Sunshine Key Rv Resort and Marina, Ohio Key, Florida (high 81, low 75)
I’ve been doing so well sleeping in later in the mornings. At least until today. It’s 4 am and I’ve been awake since about 2:30. Oh well. We have to take the boat up to Key Largo this morning, so I guess that was on my mind. It’s about a 70 mile drive, so we set the alarm for 5 am and intended to leave just before sunrise.
Key Largo is the first of the many different islands throughout the Keys, but we never stop there since we’re in the motor home when we go through. Today will give us a chance to see some of the sights up there, so we plan to make a day of it. We’ll leave the boat there and hopefully we can pick it up tomorrow or the next day with it’s pretty new motor.
I found some interesting facts about the Florida Keys.
There are more than 800 keys, stretching over 180 miles. The longest key is Key Largo, which is 30 miles long.
The word “key” actually comes from the Spanish word “cayo” meaning “little island.”
The third largest coral reef in the world is off the coast of Key West. That reef is 160 miles long.
The temperature in Key West has never dropped below 41 degrees.
Back in 1889, Key West was the largest city in Florida.
The highest elevation in Key West is 18 feet above sea level.
We didn’t do much exciting yesterday. I cleaned house and did some laundry, while Al worked on the boat.
We took a walk up to the bridge and then around the park. Yesterday was the day they were trimming the coconut palms.
I personally think this is coconut palm murder. Notice the before and after.
We did find bunches of coconuts lying on the ground free for the taking.
I don’t know why they waited until the busiest time of the year to do the tree trimming. If this would have been my Rv, I would have been very unhappy. I guess it’s better than coconuts falling on the rig though.
Later in the afternoon we decided to take a drive down to Summerland Key to try to find a little park and kayak launch that we had heard about.
It turned out it was on Little Summerland Key, not Summerland key, but we eventually found it.
It was a beautiful 2 acre piece of property right on the Atlantic, with a cut through to the bay side. A family had generously donated it to the state.
This was our first view of the property.
The entire 2 acres is fenced off with a big gate saying no vehicles permitted. The entire property is gravel and there were plenty of places to park, but for some reason you couldn’t bring your vehicle inside the gate. You could use the property, but had to park along the road outside. I’m sure they had their reasons, but we didn’t know what they were.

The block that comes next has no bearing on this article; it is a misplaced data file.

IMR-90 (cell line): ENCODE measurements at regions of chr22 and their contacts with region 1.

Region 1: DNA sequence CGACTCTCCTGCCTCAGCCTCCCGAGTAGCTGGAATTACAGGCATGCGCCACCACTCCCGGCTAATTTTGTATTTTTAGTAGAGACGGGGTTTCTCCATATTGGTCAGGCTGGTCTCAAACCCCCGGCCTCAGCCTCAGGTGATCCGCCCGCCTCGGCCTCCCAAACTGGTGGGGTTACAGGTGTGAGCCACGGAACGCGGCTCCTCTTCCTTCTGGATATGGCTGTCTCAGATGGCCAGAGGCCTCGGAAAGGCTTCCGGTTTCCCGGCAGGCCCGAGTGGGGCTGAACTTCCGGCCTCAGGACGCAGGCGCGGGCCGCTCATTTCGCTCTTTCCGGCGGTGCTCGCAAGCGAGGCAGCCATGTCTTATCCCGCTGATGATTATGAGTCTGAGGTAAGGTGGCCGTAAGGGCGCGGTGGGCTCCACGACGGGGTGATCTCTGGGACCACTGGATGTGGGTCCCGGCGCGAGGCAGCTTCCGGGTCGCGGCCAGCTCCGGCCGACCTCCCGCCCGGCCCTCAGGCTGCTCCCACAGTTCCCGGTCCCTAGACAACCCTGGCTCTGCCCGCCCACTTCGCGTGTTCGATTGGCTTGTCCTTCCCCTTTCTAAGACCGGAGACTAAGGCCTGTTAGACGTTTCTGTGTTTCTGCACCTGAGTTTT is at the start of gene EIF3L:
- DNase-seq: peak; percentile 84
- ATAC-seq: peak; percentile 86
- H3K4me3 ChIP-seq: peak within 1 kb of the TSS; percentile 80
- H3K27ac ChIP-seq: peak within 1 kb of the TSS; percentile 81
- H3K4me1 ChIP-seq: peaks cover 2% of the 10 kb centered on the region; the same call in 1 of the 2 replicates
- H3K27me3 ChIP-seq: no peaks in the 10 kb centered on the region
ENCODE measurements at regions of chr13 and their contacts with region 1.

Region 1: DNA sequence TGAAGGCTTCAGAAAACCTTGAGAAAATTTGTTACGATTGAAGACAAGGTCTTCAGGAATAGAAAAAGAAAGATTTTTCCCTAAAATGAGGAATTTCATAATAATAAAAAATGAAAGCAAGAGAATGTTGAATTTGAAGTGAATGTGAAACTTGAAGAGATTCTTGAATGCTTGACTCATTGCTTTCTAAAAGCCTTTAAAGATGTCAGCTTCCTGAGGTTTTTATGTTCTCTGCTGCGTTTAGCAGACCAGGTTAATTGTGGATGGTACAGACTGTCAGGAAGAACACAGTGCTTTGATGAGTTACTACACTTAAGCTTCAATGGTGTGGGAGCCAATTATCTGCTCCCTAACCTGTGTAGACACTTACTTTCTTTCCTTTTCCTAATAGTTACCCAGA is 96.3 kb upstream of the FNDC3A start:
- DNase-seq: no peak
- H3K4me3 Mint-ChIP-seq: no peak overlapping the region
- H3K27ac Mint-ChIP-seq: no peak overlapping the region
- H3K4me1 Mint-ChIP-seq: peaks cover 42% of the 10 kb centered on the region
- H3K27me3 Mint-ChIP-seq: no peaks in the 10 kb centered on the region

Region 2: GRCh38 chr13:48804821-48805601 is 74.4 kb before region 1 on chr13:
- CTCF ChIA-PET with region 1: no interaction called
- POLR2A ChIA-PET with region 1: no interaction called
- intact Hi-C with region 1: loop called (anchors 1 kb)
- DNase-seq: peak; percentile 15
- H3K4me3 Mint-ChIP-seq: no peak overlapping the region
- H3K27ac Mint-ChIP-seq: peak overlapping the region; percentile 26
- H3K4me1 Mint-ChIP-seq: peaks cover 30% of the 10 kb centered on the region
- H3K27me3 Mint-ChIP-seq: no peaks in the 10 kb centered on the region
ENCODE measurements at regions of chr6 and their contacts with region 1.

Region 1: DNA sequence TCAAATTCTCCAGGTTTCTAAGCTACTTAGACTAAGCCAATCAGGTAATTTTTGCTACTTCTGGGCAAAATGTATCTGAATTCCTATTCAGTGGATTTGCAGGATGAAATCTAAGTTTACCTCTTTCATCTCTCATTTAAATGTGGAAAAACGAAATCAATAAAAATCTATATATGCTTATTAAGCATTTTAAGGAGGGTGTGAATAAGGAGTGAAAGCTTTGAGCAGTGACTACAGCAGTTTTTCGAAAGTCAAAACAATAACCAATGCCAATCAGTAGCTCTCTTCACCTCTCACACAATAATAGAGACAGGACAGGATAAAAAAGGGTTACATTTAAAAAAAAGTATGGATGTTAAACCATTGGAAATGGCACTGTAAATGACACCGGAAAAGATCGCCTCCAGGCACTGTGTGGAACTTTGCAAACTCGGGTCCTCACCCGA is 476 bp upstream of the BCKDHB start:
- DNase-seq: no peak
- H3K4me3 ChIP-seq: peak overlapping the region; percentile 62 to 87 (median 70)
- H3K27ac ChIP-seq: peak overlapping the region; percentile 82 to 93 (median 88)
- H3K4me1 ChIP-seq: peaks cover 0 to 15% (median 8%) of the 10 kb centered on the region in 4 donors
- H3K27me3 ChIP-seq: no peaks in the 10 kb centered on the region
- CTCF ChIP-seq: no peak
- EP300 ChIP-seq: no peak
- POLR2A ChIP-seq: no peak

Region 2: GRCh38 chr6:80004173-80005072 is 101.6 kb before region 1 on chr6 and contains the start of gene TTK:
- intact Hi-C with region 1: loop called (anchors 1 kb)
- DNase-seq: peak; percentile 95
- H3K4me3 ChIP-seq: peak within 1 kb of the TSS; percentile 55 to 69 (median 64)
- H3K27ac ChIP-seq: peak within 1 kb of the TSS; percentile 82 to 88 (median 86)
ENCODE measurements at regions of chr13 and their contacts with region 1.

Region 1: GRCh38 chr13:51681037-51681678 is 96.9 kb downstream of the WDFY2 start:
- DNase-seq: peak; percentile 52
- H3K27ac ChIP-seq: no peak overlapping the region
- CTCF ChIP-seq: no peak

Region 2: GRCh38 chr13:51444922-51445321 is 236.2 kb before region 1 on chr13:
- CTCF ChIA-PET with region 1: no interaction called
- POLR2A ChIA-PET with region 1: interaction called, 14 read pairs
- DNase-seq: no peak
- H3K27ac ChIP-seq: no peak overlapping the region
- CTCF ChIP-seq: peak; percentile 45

These pictures were taken from the bridge above the park. If you looked one way you saw this property with an open view of the Atlantic. Notice the nice kayak launch?
If you looked the other way you saw this mangrove area which leads to the open bay. Either way was beautiful and would make for a nice kayak trip.
This is what the property used to look like. You can see they also had a boat ramp.
I was talking to a couple who just came back from a paddle. While I was talking to them, Al got out of my sight and in trouble again. :) Just two months ago, he cracked open his head on the slide out.
See all those big pretty rocks? Guess who decided to walk down them towards the water?
Guess who fell and almost ended up cracking his head on the rocks right as he was rolling towards the water?
Guess who has a bloody scratch on his leg? He’s lucky he didn’t get hurt worse.
Tell me, what was he going to see by walking out on those rocks, that he couldn’t have seen from the safety of the land?
We decided we would definitely come back to this beautiful spot for a kayak trip. Yesterday was just a reconnaissance mission. We also decided it would have been a wonderful spot to put an Rv site. Maybe they could use a volunteer to guard the park?
By the time we got home, it was time for happy hour (for both us and the kitties) We sat outside for a while and enjoyed the cool breezes. No mosquitoes here.